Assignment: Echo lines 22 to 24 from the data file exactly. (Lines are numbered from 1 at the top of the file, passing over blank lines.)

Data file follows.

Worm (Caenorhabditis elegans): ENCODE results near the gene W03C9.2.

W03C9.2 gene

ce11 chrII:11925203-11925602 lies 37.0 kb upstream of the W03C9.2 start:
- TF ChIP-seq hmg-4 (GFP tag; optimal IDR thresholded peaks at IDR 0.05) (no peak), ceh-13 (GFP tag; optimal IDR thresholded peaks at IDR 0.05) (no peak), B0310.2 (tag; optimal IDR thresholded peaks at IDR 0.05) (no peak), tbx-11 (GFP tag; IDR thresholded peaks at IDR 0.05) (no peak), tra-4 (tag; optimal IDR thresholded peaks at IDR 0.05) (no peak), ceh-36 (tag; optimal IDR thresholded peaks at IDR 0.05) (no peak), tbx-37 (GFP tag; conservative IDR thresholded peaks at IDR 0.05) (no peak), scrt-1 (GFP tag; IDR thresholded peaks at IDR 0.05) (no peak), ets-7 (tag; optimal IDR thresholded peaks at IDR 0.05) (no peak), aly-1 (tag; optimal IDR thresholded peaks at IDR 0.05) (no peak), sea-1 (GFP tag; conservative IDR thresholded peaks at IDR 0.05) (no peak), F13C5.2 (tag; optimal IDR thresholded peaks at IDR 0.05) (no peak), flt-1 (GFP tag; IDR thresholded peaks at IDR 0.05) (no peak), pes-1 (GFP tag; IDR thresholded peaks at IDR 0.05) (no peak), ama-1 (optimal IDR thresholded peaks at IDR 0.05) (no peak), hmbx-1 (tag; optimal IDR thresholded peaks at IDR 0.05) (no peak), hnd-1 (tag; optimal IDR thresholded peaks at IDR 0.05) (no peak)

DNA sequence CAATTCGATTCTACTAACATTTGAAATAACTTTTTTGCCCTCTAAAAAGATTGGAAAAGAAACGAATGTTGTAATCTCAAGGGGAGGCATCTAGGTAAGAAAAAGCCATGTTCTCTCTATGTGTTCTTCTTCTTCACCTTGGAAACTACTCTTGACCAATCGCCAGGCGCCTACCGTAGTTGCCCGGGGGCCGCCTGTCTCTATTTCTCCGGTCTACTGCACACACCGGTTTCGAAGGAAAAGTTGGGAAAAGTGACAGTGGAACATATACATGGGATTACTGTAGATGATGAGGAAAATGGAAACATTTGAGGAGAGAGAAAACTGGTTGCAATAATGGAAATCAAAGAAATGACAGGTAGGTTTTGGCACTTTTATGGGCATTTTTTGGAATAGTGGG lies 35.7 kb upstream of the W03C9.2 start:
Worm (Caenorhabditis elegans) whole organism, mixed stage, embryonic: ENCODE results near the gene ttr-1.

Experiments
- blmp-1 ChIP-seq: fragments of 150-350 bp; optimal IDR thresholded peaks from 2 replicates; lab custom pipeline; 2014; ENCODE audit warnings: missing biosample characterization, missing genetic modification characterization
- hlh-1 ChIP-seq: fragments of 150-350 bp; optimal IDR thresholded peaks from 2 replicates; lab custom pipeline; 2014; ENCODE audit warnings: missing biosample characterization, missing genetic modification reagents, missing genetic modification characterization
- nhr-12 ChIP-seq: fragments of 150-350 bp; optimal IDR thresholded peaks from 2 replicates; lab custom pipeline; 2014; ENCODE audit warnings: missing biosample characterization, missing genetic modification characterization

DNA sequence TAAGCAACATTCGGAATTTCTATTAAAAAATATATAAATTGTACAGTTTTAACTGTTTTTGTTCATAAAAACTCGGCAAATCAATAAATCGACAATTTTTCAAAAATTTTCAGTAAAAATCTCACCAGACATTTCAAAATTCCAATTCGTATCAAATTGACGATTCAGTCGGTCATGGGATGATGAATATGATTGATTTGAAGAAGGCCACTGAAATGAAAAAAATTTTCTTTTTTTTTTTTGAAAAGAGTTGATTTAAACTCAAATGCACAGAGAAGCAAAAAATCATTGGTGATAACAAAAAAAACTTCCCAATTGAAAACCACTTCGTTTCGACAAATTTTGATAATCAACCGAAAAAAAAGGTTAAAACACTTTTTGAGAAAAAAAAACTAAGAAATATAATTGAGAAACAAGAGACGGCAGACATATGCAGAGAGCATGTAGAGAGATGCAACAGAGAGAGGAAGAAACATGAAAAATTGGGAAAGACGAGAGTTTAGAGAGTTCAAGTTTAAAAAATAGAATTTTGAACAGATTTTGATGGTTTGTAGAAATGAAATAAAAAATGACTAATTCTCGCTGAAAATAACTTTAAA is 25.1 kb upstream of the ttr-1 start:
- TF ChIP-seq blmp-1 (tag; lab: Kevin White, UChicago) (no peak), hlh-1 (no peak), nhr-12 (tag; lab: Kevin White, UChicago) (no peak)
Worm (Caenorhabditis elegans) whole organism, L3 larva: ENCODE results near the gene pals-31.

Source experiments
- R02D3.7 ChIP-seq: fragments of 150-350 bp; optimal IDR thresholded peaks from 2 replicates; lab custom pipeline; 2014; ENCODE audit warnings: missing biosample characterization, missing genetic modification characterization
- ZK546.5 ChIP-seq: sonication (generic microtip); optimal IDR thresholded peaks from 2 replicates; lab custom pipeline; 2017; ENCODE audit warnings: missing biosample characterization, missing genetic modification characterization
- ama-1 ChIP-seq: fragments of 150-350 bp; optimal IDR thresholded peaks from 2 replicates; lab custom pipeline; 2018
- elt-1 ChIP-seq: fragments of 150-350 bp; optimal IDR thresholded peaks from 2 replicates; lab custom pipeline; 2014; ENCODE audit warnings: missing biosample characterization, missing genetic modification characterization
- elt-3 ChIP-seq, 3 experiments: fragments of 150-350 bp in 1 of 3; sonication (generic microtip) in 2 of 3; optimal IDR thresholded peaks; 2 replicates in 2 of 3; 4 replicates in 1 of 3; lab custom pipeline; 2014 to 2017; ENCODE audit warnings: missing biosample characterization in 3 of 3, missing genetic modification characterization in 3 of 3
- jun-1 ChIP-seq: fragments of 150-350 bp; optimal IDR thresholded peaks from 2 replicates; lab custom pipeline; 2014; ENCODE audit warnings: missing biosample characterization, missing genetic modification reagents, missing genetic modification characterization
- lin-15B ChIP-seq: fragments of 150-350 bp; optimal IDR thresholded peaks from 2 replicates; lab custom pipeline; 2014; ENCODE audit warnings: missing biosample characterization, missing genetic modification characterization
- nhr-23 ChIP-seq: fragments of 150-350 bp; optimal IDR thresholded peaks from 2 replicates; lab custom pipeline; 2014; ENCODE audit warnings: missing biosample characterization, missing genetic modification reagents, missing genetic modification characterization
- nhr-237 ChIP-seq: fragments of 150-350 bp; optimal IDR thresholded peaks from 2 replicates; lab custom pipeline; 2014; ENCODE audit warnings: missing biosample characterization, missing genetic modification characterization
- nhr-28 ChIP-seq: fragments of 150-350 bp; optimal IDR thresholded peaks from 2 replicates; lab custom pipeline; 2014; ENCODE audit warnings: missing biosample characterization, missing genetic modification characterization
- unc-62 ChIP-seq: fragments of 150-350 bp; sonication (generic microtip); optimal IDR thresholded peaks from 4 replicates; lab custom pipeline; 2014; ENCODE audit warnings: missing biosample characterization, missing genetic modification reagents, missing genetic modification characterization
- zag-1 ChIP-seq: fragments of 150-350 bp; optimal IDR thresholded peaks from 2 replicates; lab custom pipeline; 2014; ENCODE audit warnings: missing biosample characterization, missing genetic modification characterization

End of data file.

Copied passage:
- nhr-23 ChIP-seq: fragments of 150-350 bp; optimal IDR thresholded peaks from 2 replicates; lab custom pipeline; 2014; ENCODE audit warnings: missing biosample characterization, missing genetic modification reagents, missing genetic modification characterization
- nhr-237 ChIP-seq: fragments of 150-350 bp; optimal IDR thresholded peaks from 2 replicates; lab custom pipeline; 2014; ENCODE audit warnings: missing biosample characterization, missing genetic modification characterization
- nhr-28 ChIP-seq: fragments of 150-350 bp; optimal IDR thresholded peaks from 2 replicates; lab custom pipeline; 2014; ENCODE audit warnings: missing biosample characterization, missing genetic modification characterization